The bill also reorients federal funding for transit buses towards electric vehicles by boosting funds for the Low- and No-Emission Vehicle Program five-fold, incentivizing the purchase of electric fleets, and requiring a plan for transitioning to a 100 percent electric bus fleet. This improved program, and other transit reforms, will help transit agencies procure electric and other clean buses, as well as the refueling infrastructure to support them. Transit is already a lower-carbon alternative to driving, and shifting our fleet towards clean buses will make it even more so. Ultimately, all federal funding for bus procurement should go towards low- and no-emission buses, but the significant increase for this program is a good start.

Supports transit with more money and better policy

Too many Americans must drive because they either are not served by transit or only have access to infrequent, unreliable, and inconvenient service. Transit has been underfunded for decades at the federal level despite the significant benefits it provides to communities: reduced emissions, improved economic opportunity, a way out of  congestion, cleaner air, mobility choice, better health outcomes, and improved quality of life. Our failure to invest sufficiently in transit has disproportionately impacted low-income people and people of color, who are more likely to rely on transit to access jobs and services.

The House bill gives transit a big increase in overall funding: 47 percent. Equally importantly, however, it changes some policies that have long obstructed transit as a truly viable option in communities. For years, federal transit funding has incentivized lowering operating costs (usually accomplished by offering less or infrequent service) at the expense of building transit that best serves people’s needs. The new bill includes policies that shift those incentives, focusing instead on frequency of service. This will make transit a real option for more people in more communities. 

Supports biking and walking with a comprehensive approach to improving safety

Dangerous road conditions pose one of the biggest barriers to taking short trips by walking or biking in many communities, leading to unnecessary driving trips that increase traffic and emissions. Between 2008 and 2017, drivers struck and killed 49,340 people walking on streets nationwide, and pedestrian fatalities have risen by 35 percent over the past decade. People of color, older adults and people walking in low-income communities are disproportionately represented in these fatal crashes.

The House proposal takes a comprehensive approach to make walking and biking safer through a combination of increased funding, policy reform, and better provisions to hold states accountable. For example:

  • The bill requires Complete Street design principles and makes $250 million available for active transportation projects including Complete Streets.
  • It proposes changes to how speed limits are set to prioritize safety results over a faster auto trip.
  • It requires states with the highest levels of pedestrian and bicyclist fatalities to set aside funds to address those needs.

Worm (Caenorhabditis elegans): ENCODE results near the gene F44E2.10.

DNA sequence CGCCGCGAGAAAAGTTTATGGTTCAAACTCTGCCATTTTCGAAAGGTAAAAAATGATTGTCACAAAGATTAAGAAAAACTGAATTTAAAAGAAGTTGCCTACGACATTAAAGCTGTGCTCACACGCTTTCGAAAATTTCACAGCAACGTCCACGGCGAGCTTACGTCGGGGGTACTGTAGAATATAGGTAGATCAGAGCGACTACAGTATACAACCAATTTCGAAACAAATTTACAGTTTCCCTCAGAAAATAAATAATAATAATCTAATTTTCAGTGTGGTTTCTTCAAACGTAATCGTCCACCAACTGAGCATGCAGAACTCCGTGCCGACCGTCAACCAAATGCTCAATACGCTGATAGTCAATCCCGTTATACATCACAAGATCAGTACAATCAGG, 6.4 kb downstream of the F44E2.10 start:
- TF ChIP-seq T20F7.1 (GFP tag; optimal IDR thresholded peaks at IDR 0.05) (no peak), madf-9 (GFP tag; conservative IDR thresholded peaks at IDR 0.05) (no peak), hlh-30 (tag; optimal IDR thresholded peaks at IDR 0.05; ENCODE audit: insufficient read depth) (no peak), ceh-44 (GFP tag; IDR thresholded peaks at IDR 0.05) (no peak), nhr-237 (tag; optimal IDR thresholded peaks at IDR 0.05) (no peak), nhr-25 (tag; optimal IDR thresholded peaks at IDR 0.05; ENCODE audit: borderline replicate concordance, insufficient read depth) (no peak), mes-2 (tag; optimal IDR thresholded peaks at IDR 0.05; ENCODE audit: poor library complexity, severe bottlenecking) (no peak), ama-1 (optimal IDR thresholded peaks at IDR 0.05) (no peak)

• The bill would also prohibit states from the current practice of setting annual targets for roadway fatalities that are negative—in other words, targets that assume the current trend line of increased fatalities is unstoppable, essentially accepting more fatalities every year as an unavoidable cost.

The House bill isn’t perfect, but is a significant improvement over the Senate’s proposal

While the House Transportation and Infrastructure Committee’s proposal takes many steps in the right direction, it still misses the mark in some areas based on our agenda. It still includes significant funding for highways without the proper restrictions in place to avoid unnecessary buildout of new lane-miles we can’t afford to maintain, and congestion relief is still a primary goal embedded throughout the proposed program. This ultimately prioritizes the same types of transportation investments we have seen for decades.

Yet, the House bill takes significant steps that the Senate EPW bill introduced last year did not. In contrast to the broad, holistic approach the House bill takes to addressing emissions, the Senate bill introduced some new (but relatively weak) stand-alone programs to address emissions, congestion, and other important topics. Importantly, the Senate bill did not make any needed changes to the core federal formula programs, continuing to direct the vast majority of funding into programs that incentivize building high-speed roads and making travel by any means other than driving — and emitting — impossible for most Americans.

Bottom line: the House’s proposal could be a game-changer for climate, equity, and safety goals

The House’s proposal introduces more substantial reforms to our national transportation program than we have seen in years, and many of the changes will directly support reduced emissions, environmental justice, and other important goals. This is a big deal, but the magnitude of the changes may not be readily apparent. Many of the most transformative proposals do not sound like climate initiatives because they do not specifically reference emissions or address electrification. Instead they change funding formulas, policies, and performance measures that, over decades, have produced a transportation system that requires more and longer car trips and greater emissions.

Climate advocates and climate leaders on the Hill should recognize the strides taken with this proposal from Congress and fight to protect those changes in the bill. Advocates for preserving the status quo are preparing to fight these important changes. We need climate advocates to do the same to defend them.